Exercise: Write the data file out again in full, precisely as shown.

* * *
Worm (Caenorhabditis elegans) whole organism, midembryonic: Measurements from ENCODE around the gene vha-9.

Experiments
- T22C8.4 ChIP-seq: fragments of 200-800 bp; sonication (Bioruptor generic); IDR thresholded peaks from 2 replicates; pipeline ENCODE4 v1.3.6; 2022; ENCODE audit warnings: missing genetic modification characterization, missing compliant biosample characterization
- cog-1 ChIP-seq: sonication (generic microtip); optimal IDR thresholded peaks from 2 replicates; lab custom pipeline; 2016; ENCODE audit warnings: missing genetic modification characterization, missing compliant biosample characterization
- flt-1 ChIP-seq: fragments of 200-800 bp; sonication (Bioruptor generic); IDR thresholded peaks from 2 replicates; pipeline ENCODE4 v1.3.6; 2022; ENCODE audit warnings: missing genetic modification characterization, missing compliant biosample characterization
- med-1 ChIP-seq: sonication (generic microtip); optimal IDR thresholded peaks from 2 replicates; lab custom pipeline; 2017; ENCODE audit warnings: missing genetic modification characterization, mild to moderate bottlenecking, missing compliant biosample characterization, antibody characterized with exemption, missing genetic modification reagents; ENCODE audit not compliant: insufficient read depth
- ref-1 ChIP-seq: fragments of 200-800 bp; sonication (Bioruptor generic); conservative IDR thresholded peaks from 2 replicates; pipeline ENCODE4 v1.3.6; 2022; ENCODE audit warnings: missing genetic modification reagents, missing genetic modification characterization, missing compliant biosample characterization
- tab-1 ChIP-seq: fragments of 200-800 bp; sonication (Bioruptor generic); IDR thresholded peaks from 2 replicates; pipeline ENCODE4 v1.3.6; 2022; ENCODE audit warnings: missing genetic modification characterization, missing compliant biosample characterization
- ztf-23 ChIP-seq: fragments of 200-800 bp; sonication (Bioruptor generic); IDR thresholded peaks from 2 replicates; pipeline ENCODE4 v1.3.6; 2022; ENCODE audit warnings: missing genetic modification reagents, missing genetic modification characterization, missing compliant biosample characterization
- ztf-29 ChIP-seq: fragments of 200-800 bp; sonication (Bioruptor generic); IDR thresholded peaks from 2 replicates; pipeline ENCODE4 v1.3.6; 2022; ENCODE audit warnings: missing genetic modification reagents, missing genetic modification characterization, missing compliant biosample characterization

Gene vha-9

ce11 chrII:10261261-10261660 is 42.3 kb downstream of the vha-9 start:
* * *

Worm (Caenorhabditis elegans) whole organism, midembryonic: Measurements from ENCODE around the gene vha-9.

Experiments
- T22C8.4 ChIP-seq: fragments of 200-800 bp; sonication (Bioruptor generic); IDR thresholded peaks from 2 replicates; pipeline ENCODE4 v1.3.6; 2022; ENCODE audit warnings: missing genetic modification characterization, missing compliant biosample characterization
- cog-1 ChIP-seq: sonication (generic microtip); optimal IDR thresholded peaks from 2 replicates; lab custom pipeline; 2016; ENCODE audit warnings: missing genetic modification characterization, missing compliant biosample characterization
- flt-1 ChIP-seq: fragments of 200-800 bp; sonication (Bioruptor generic); IDR thresholded peaks from 2 replicates; pipeline ENCODE4 v1.3.6; 2022; ENCODE audit warnings: missing genetic modification characterization, missing compliant biosample characterization
- med-1 ChIP-seq: sonication (generic microtip); optimal IDR thresholded peaks from 2 replicates; lab custom pipeline; 2017; ENCODE audit warnings: missing genetic modification characterization, mild to moderate bottlenecking, missing compliant biosample characterization, antibody characterized with exemption, missing genetic modification reagents; ENCODE audit not compliant: insufficient read depth
- ref-1 ChIP-seq: fragments of 200-800 bp; sonication (Bioruptor generic); conservative IDR thresholded peaks from 2 replicates; pipeline ENCODE4 v1.3.6; 2022; ENCODE audit warnings: missing genetic modification reagents, missing genetic modification characterization, missing compliant biosample characterization
- tab-1 ChIP-seq: fragments of 200-800 bp; sonication (Bioruptor generic); IDR thresholded peaks from 2 replicates; pipeline ENCODE4 v1.3.6; 2022; ENCODE audit warnings: missing genetic modification characterization, missing compliant biosample characterization
- ztf-23 ChIP-seq: fragments of 200-800 bp; sonication (Bioruptor generic); IDR thresholded peaks from 2 replicates; pipeline ENCODE4 v1.3.6; 2022; ENCODE audit warnings: missing genetic modification reagents, missing genetic modification characterization, missing compliant biosample characterization
- ztf-29 ChIP-seq: fragments of 200-800 bp; sonication (Bioruptor generic); IDR thresholded peaks from 2 replicates; pipeline ENCODE4 v1.3.6; 2022; ENCODE audit warnings: missing genetic modification reagents, missing genetic modification characterization, missing compliant biosample characterization

Gene vha-9

ce11 chrII:10261261-10261660 is 42.3 kb downstream of the vha-9 start: